11. Your map shows a small fishing pond deep in the woods, about two miles due south (true bearing equals 180 degrees) of your location. The magnetic compass declination (as given on the map) is 10 degrees west. What compass bearing must you follow to reach the lake?
ANSWER: a) 190 degrees
A compass points (actually, it doesn't point--it lines up with the earth's magnetic field) to magnetic north, not true north. This angular difference, called declination must be considered whenever you use your compass. In the eastern United States the declination is westerly; in the western United States, it's easterly. If you live right on the imaginary line which goes directly through both the true and magnetic north poles (called the "agonic line"), your declination will be zero. Every topographic map has a "declination diagram" which tells the value of the angular difference between the two north's.
Here's how to adjust your compass for magnetic declination.
1. Use a protractor or the protractor function of an orienteering compass to determine the bearing from your location to your destination. If you reference your bearing from the top of your map it will be a true bearing. 2. Use this rhyme to convert your true map bearing to a magnetic bearing that will be set on your compass. DECLINATION EAST, COMPASS LEAST If the magnetic declination is east, subtract its value from your true map bearing.DECLINATION WEST, COMPASS BEST Add west declination to your true map bearing.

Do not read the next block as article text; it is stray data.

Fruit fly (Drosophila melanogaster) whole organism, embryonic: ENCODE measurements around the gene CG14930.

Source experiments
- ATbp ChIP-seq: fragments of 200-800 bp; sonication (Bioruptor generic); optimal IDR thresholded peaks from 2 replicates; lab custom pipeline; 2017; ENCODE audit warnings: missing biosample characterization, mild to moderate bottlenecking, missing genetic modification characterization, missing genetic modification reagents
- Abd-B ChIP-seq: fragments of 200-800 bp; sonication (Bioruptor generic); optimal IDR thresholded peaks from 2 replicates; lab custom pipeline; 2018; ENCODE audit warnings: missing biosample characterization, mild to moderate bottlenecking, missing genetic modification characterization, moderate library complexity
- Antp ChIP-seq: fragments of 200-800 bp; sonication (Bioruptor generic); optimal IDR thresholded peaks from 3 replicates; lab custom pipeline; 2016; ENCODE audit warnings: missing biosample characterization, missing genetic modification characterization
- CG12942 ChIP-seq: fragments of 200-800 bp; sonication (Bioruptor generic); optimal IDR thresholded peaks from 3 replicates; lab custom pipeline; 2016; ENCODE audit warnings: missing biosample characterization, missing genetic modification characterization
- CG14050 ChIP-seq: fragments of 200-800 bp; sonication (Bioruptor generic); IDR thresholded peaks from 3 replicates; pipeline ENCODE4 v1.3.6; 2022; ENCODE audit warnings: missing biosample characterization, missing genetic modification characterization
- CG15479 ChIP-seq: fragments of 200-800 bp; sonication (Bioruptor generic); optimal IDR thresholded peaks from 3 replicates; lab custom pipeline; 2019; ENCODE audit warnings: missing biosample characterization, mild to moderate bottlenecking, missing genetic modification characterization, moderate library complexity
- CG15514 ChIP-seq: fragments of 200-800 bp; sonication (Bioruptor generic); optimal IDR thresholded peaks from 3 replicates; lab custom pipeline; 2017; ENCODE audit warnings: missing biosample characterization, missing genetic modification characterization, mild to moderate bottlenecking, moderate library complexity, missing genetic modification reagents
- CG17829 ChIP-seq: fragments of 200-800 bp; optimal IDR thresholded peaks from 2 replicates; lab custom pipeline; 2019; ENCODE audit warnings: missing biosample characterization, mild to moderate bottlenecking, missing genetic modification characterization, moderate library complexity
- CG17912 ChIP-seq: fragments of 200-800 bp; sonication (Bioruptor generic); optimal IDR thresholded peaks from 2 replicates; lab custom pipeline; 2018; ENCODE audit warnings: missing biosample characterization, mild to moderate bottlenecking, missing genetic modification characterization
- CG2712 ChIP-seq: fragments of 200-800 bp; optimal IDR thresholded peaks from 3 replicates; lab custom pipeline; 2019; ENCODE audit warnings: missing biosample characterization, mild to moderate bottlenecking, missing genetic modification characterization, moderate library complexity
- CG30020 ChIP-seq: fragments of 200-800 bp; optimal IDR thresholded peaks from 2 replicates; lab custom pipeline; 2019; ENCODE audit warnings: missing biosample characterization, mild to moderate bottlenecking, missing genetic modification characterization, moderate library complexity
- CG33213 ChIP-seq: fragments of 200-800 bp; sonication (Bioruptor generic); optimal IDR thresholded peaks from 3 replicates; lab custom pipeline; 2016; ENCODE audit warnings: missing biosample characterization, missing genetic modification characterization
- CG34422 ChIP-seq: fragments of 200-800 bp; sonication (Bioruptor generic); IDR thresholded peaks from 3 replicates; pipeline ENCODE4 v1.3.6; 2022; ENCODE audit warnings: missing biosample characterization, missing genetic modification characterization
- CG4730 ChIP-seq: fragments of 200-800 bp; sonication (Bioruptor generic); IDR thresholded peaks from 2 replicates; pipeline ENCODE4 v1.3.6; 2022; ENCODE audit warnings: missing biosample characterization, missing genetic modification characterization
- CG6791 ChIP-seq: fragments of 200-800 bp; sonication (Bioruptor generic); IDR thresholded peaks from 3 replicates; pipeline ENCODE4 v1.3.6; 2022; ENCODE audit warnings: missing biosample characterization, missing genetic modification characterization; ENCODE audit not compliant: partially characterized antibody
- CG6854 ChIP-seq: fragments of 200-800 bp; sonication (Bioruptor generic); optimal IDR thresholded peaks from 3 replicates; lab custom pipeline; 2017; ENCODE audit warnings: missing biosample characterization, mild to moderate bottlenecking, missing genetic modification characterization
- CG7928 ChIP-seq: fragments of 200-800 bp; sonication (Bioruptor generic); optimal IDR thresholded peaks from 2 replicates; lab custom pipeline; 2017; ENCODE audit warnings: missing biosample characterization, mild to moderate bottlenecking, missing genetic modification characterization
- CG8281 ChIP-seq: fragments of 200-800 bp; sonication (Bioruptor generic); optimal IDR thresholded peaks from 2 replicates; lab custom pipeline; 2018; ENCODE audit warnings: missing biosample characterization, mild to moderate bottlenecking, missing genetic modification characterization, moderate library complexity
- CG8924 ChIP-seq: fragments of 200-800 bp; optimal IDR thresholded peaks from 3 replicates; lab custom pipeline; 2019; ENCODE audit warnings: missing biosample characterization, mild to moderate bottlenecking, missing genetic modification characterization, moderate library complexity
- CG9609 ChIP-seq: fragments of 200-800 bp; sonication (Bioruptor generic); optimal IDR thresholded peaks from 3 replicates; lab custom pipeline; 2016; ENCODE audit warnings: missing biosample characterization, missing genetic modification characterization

Example: You computed a true bearing of 180 degrees to the pond. The declination is 10 degrees west. "West is best," so you add 10 to 180 and get 190.
By the way, one degree of compass error equals about 92 feet per mile of ground error. A 10 degree error over a 2 mile distance equals 1840 feet, or about one-third of a mile on the ground!
12. A storm is brewing as you are setting up your tent.
You should pitch your tent:
Back-end to the wind is usually the best plan. This keeps door zippers and seams in the lee of wind-driven rain. This is more important with A-frame style tents than with domes. Some A-frame tents have one end higher than the other. It's best to pitch them with the low end facing the wind.
Consider adding a vestibule to your tent. Vestibules cover the doorway and provide a protected place to store equipment. They are available for most tents.
13. You are planning to hike a well maintained trail.
How should you arrange items in your pack?
Keep the weight high for hiking well-maintained trails.
Adopt plan (a) when you rock-scramble or go off trail. A low weighted pack (hip-hugger) provides more freedom of movement--as when cross-country skiing--than a high-weighted one.
14. You cook your meals on a gasoline trail stove.
Which of these is a bad practice?